The Judas Theory In The Bible That Would Change Everything

When you hear the name "Judas," it's probably not being used in a nice way. Often, people use it as a noun for someone who's betrayed someone. And for good reason. One of the Twelve Apostles was named Judas Iscariot. He is seen in the famous painting "The Last Supper" seated fourth from left in the artwork, which makes him three people left from Jesus. But he wasn't an apostle for long — Judas took his own life after betraying Jesus by revealing his location, identifying him with a kiss. He committed the act for 30 pieces of silver from several Jewish priests. In the Bible, Matthew 27:3 explains the aftermath. After realizing that his actions led to the condemnation of Jesus, Judas immediately regretted his actions. He realized what he had done and repented by trying to return the money to the same priests. But the weight of his guilt was too much to bear, and he died by suicide.

He was later replaced by Saint Matthias. That's how the story goes and why Judas is considered an unfavorable person. But there's also information that might change the tale surrounding the disgraced apostle and how history remembers him.

Does this text vindicate Judas?

More than a decade ago, a new theory revealed a story of Judas that could transform how people remember the famous tale. In 2006, the National Geographic Society revealed an ancient papyrus called the Gospel of Judas. This text, which was translated and restored, was written in the second century and may reveal that Judas did not betray Jesus. In fact, he might have been acting under Jesus' orders so he could reach heaven.

Speaking to NPR, author and researcher Herb Krosney — who penned "The Lost Gospel," which dives into the discovery of the Gospel of Judas and what it means — said Judas was Jesus' closest friend and favorite disciple. The document apparently shows that Jesus trusted Judas and had a lot of faith in him. He supposedly asked Judas to sacrifice himself for a great mission, which is interpreted as Jesus asking Judas to betray him. When the day came, Judas planted the kiss of death on Jesus, who was identified and arrested.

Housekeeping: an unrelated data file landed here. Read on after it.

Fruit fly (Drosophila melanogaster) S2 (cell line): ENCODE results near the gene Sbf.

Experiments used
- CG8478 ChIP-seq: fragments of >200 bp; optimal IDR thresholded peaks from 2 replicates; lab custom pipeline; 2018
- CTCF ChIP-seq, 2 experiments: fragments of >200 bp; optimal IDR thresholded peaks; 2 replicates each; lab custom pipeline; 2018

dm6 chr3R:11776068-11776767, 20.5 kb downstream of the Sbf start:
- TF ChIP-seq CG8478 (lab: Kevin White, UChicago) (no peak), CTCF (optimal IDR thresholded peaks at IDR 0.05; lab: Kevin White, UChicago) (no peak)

Many stand conflicted on this theory, which somewhat vindicates Judas. No one knows the true author of the gospel, but it does present another view of the famous story. However, some contend that the tale we already know is the only truth. "I don't think it changes anything about the truth of the Christian faith," Reverend John Pritchard told The Guardian. "There has long been a theory that Judas wanted to flush Jesus out, to declare a rebellion and drive the Romans out and killed himself when he realized he had got it wrong, but we don't know that and neither did whoever wrote this document decades after the event. This is not something to put your faith on."

Insight into Gnosticism

Other Christian scholars suggest that the gospel is likely the work of the Gnostics, who claimed to have a direct connection with the divine and secret knowledge of Christ and the universe. They were in opposition to the early establishers of Christian doctrine, the Church Fathers, who declared them heretical (there's a reason the Gnostic Gospels aren't in the Bible). "The document is of interest for the ideas of the gnostics but it almost certainly adds nothing to our understanding of what happened 150 years before it was written," professor Geza Vermes of Oxford University told The Guardian.

Still, the gospel could provide greater insight into the time period from which it came. From the first to the third century, Christianity did not have a central authority and encapsulated various viewpoints, including Gnosticism. "I expect this gospel to be important mainly for the deeper insight it will give scholars into the thoughts and beliefs of certain Christians in the second century of the Christian era, namely the Gnostics," Stephen Emmel, a Coptic studies professor at the University of Münster, told National Geographic.